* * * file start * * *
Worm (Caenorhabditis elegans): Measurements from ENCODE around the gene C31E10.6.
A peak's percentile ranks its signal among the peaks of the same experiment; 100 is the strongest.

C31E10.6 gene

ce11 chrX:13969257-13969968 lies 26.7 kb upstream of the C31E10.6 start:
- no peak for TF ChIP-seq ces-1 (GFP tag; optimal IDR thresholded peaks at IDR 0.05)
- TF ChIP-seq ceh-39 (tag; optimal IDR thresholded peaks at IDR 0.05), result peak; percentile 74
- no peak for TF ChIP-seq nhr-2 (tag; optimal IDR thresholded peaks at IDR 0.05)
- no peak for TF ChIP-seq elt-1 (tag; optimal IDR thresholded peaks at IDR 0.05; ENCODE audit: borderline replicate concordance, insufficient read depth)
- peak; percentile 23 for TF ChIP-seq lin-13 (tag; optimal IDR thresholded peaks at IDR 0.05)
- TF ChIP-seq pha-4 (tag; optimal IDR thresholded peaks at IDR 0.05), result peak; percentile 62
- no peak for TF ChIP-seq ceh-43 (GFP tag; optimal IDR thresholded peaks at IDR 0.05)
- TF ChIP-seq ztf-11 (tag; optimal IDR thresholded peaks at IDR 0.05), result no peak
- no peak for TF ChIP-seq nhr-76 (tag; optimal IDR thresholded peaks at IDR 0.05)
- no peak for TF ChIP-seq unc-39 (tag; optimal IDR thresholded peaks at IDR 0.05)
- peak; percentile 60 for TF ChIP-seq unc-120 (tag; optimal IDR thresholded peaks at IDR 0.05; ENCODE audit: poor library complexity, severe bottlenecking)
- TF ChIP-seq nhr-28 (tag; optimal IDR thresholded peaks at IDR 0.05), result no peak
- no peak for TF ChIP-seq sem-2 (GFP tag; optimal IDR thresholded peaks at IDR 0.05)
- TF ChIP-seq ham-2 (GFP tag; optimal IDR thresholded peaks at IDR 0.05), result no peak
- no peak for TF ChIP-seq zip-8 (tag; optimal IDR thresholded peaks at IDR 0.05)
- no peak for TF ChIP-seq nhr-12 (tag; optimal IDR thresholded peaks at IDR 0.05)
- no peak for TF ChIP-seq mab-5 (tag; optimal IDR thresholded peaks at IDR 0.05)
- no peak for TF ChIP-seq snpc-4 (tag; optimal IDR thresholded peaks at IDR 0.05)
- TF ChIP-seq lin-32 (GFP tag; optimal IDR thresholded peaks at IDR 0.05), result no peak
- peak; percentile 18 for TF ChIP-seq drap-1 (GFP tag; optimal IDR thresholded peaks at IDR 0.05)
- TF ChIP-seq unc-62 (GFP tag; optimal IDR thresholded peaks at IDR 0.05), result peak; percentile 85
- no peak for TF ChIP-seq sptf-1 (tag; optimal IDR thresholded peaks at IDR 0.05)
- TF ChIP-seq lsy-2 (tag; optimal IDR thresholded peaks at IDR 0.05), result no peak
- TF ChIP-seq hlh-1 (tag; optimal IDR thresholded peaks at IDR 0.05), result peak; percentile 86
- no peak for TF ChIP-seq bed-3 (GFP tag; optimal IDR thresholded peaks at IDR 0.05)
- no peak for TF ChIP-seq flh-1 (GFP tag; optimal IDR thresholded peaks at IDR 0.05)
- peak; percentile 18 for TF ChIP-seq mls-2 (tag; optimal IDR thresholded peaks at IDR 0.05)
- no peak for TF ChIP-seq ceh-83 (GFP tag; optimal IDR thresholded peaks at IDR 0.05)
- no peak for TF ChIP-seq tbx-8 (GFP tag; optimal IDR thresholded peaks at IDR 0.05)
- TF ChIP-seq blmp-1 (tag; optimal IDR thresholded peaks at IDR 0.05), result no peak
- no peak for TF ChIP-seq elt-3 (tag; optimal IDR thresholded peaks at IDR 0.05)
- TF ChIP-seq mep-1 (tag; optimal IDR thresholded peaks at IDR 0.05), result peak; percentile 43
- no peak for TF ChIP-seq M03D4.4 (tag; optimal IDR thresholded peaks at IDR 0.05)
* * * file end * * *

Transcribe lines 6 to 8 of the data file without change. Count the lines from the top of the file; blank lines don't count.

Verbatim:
- TF ChIP-seq ceh-39 (tag; optimal IDR thresholded peaks at IDR 0.05), result peak; percentile 74
- no peak for TF ChIP-seq nhr-2 (tag; optimal IDR thresholded peaks at IDR 0.05)
- no peak for TF ChIP-seq elt-1 (tag; optimal IDR thresholded peaks at IDR 0.05; ENCODE audit: borderline replicate concordance, insufficient read depth)